Blavatsky Collected Writings Volume 9 Page 16

THE CHURCH AND THE DOCTRINE OF ATONEMENT

[Lucifer, Vol. I, No. 5, January, 1888, pp. 412-414]

[Rev. T. G. Headley of the Church of England, in a letter to the Editor of Lucifer, describes how he has been boycotted for seventeen years by the officials of the Church for not believing in the doctrine of Atonement, as stated in the XXXIX Articles. Three different appeals on his part for a pulpit where he could preach freely were refused publication in the Times, on the ground that they were inadmissible. H. P. B. appends the following Note to Rev. Headley’s letter:]

This persistent refusal is the more remarkable as other preachers are allowed to teach worse, from an orthodox standpoint, of course. Is it inadmissible “to explain the mystery of Christ Crucified,” as the Rev. Mr. Headley is likely to, lest it should interfere with the explanation and

H.P. B.’s RESIDENCE17, LANSDOWNE ROAD,

NOTTINGHILL, LONDON, ENGLAND
Picture taken in 1959, showing only minor
Alterations since 1887.


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description of Jehovah—“one with Christ Jesus” in the orthodox dogma—by the Rev. H. R. Haweis, M.A.? Says this truthful and cultured if not very pious orator:

At first the chief attributes of Satan were given to Jehovah. It was God who destroyed the world, hardened Pharaoh, tempted David, provoked to sin, and punished the sinner. This way of thinking lingered even as late as 700 B.C.: “I [the Lord] make peace and create evil” (Isa., xlv, 7). We have an odd survival of this identification of God with the Devil in the word “Deuce,” which is none other than “Deus,” but which to us always means the Devil. As the Jew grew more spiritual he gradually transferred the devilish functions to a “Satan,” or accusing spirit. The transition point appears in comparing the early passage (2 Sam., xxiv, 1), when God is said to “move” David to number the people, with the later (1 Chron., xxi, 1), where Satan is said to be the instigator who “provoked” the numbering. But Satan is not yet the King Devil. We can take up our Bible and trace the gradual transformation of Satan from an accusing angel into the King Devil of popular theology.*

This, we believe, is an even more damaging teaching for the Orthodox Church than any theory about “Christ Crucified.” Mr. Headley seeks to prove Christ, the Rev. Haweis ridiculing and making away with the Devil, destroys and makes away for ever with Jesus, as Christ, also. For, as logically argued by Cardinal Ventura di Raulica, “to demonstrate the existence of Satan, is to re-establish ONE OF THE FUNDAMENTAL DOGMAS OF THE CHURCH, which serves as a basis for Christianity, and, without which, Satan [and Jesus] would be but a name”; or to put it in the still stronger terms of the pious Chevalier Gougenot des Mousseaux, “The Devil is the chief pillar of Faith . . . . if it was not for him, the Saviour, the Crucified, the Redeemer, would be but the most ridiculous of supernumeraries, and the Cross an insult to good sense.” (See Isis Unveiled, Vol. II, p. 14, and Vol. I, p. 103.)† Truly so. Were there no Devil,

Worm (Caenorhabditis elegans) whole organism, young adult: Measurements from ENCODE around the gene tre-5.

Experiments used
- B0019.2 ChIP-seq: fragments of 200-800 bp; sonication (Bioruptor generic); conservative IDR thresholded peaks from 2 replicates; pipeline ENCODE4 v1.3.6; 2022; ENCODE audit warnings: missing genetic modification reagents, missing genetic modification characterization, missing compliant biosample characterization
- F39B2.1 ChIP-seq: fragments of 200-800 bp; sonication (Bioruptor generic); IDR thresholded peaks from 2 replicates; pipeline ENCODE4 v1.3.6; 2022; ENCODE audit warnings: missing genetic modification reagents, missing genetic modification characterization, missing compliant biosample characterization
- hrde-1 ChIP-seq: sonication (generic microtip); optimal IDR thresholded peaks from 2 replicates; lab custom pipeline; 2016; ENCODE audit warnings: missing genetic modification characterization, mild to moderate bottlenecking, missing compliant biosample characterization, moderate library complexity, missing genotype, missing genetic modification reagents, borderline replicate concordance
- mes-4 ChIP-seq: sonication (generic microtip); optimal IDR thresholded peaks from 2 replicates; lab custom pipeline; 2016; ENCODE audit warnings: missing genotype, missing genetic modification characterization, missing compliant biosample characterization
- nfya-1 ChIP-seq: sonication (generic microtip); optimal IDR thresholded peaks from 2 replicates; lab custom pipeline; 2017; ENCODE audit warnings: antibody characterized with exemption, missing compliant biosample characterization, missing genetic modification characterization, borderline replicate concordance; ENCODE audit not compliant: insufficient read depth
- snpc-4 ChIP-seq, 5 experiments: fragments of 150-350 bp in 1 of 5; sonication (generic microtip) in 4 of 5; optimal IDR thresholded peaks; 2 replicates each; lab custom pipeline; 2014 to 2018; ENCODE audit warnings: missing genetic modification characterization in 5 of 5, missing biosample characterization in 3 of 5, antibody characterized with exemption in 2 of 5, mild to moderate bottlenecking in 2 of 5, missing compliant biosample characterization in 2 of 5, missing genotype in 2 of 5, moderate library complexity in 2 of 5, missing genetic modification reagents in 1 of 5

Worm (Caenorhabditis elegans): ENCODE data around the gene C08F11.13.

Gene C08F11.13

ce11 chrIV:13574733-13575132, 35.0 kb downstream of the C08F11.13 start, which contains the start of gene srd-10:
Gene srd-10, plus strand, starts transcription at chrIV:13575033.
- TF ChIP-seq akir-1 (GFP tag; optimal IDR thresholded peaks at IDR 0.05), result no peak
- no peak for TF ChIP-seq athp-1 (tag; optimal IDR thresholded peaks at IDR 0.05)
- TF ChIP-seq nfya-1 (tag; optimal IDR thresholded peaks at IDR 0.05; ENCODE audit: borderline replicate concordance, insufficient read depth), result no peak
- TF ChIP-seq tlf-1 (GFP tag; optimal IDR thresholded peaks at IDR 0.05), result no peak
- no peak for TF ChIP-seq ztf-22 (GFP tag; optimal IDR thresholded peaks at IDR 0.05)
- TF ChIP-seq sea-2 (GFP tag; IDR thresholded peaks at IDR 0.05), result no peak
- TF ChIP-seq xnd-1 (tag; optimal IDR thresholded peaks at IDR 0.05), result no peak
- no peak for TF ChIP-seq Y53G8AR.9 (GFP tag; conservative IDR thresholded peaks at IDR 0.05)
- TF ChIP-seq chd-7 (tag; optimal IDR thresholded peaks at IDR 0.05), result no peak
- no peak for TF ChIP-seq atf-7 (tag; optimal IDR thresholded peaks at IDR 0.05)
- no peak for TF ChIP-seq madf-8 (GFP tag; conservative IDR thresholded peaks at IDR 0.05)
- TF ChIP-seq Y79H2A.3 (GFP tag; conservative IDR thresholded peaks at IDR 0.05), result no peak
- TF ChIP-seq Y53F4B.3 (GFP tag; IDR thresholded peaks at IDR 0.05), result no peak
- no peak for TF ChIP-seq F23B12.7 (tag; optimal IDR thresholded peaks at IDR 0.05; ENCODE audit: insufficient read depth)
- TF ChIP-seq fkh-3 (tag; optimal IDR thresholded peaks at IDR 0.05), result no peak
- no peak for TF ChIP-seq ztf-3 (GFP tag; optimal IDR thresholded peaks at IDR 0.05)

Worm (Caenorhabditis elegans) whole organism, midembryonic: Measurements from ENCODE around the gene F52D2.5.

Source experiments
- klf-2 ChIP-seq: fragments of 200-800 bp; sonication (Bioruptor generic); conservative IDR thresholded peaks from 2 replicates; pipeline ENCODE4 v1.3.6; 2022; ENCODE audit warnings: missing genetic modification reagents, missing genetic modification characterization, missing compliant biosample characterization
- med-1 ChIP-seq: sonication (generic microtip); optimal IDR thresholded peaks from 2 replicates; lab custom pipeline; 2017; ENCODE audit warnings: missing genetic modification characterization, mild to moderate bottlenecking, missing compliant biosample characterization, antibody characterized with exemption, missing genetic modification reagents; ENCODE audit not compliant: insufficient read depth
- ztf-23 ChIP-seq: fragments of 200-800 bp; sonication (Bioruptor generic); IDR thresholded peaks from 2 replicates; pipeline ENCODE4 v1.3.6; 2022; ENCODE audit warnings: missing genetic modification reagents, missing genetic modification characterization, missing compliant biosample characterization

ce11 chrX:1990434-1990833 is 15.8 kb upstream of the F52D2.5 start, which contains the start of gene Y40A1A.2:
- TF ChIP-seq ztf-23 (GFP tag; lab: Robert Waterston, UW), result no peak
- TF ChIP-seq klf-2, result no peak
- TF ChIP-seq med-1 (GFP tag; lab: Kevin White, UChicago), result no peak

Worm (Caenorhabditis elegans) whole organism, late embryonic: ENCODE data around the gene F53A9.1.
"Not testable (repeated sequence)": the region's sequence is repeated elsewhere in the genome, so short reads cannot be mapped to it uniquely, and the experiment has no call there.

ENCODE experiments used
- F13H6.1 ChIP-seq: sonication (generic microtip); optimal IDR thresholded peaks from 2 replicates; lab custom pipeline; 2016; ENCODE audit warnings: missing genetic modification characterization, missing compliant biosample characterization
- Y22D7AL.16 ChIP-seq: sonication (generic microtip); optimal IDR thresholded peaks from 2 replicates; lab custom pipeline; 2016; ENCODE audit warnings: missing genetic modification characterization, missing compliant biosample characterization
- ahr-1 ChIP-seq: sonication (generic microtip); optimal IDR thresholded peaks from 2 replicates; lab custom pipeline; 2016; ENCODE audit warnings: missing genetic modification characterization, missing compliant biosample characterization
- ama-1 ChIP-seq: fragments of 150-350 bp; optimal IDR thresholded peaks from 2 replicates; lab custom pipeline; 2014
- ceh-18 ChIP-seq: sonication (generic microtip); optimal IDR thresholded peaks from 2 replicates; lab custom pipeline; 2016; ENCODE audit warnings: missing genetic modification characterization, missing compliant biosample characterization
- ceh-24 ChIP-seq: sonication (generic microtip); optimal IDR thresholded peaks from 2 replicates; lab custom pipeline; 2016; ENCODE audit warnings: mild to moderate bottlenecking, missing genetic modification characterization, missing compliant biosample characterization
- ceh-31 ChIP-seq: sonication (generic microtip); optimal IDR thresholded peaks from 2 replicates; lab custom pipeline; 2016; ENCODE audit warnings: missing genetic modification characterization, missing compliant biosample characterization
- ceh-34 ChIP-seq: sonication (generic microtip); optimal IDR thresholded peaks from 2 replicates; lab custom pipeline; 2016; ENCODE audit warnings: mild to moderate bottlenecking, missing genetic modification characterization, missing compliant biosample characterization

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* The Key, etc., p. 22.
† [Both passages are from des Mousseaux’s works: Les hauts phénomènes de la magie, Preface, p.v, where a letter from Cardinal Ventura di Raulica is quoted; and Mœurs et pratiques des démons, p. x.—Compiler.]
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a Christ to save the World from him would be hardly wanted! Yet, the Rev. Haweis says:

I cannot now discuss the teaching of the N.T. on the King Devil, or I might show that Jesus did not endorse the popular view of one King Devil, and . . . . . . notice the way in which our translators have played fast and loose with the words Diabolus and Satan; *

adding that the Tree and Serpent worship was an Oriental cult, “of which the narrative of Adam and Eve is a Semitic form.” Is this admissible orthodoxy?

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* The Key, etc., p. 24.
† [This has reference to the second instalment of H.P.B.’s essay on “The Esoteric Character of the Gospels,” Lucifer, Vol. I, December, 1887, p. 300, footnote.—Compiler.]
‡ The remark made has never been meant as “an answer,” but simply as an observation that the word “Chrêstos” applied to a “good man,” a “human original,” and not to a “good God only.” If such was the intention of Mr. Massey, and he amplifies his idea elsewhere, it was not so amplified in his article in the Agnostic Annual. It is, therefore, simply a bare statement of facts referring to that particular article and no more.

 

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